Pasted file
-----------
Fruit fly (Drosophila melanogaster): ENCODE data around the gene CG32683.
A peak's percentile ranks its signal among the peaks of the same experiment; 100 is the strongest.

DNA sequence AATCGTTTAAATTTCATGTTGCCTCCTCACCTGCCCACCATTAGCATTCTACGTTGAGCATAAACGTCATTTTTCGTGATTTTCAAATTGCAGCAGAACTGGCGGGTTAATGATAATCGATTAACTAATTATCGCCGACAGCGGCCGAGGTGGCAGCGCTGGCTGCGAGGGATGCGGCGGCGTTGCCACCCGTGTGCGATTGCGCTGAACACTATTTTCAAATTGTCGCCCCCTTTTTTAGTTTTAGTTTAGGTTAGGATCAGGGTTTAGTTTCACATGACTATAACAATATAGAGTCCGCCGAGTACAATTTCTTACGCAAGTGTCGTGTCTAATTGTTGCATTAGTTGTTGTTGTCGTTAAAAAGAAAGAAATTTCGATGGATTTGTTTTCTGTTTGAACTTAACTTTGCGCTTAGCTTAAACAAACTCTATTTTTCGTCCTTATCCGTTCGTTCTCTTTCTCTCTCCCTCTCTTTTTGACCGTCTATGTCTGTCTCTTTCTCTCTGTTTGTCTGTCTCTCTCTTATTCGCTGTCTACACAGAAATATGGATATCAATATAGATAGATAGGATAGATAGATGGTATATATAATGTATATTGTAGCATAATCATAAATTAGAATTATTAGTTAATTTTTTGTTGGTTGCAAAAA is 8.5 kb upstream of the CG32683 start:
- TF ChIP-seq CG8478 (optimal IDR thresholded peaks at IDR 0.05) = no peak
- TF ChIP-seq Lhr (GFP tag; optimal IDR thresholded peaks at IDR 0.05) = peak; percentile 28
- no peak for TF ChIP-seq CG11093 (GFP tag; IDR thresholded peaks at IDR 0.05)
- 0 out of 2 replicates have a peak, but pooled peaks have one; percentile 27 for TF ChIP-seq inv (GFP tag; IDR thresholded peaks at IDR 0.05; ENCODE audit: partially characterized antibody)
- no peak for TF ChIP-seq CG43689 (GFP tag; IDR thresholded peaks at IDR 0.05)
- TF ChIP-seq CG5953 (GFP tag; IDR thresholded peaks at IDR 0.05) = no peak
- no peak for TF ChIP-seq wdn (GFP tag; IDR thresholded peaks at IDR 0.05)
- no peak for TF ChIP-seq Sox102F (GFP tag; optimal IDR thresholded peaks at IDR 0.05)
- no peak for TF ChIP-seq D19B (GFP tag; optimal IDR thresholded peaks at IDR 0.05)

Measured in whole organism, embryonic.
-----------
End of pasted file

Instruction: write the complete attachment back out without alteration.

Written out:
Fruit fly (Drosophila melanogaster): ENCODE data around the gene CG32683.
A peak's percentile ranks its signal among the peaks of the same experiment; 100 is the strongest.

DNA sequence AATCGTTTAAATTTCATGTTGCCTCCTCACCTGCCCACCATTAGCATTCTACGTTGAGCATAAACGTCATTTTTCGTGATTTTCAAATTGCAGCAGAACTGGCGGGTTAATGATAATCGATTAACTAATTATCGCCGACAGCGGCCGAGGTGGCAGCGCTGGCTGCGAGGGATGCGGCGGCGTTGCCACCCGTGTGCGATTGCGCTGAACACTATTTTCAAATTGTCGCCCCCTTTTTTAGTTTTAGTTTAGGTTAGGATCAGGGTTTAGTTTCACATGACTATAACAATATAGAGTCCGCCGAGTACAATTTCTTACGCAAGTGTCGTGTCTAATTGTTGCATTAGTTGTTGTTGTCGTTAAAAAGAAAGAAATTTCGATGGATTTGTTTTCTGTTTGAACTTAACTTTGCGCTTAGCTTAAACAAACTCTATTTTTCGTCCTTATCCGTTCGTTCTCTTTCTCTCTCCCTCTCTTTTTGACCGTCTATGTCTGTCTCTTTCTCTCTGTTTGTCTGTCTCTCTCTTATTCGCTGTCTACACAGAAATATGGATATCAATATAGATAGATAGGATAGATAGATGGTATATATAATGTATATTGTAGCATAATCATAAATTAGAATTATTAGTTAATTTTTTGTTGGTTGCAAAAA is 8.5 kb upstream of the CG32683 start:
- TF ChIP-seq CG8478 (optimal IDR thresholded peaks at IDR 0.05) = no peak
- TF ChIP-seq Lhr (GFP tag; optimal IDR thresholded peaks at IDR 0.05) = peak; percentile 28
- no peak for TF ChIP-seq CG11093 (GFP tag; IDR thresholded peaks at IDR 0.05)
- 0 out of 2 replicates have a peak, but pooled peaks have one; percentile 27 for TF ChIP-seq inv (GFP tag; IDR thresholded peaks at IDR 0.05; ENCODE audit: partially characterized antibody)
- no peak for TF ChIP-seq CG43689 (GFP tag; IDR thresholded peaks at IDR 0.05)
- TF ChIP-seq CG5953 (GFP tag; IDR thresholded peaks at IDR 0.05) = no peak
- no peak for TF ChIP-seq wdn (GFP tag; IDR thresholded peaks at IDR 0.05)
- no peak for TF ChIP-seq Sox102F (GFP tag; optimal IDR thresholded peaks at IDR 0.05)
- no peak for TF ChIP-seq D19B (GFP tag; optimal IDR thresholded peaks at IDR 0.05)

Measured in whole organism, embryonic.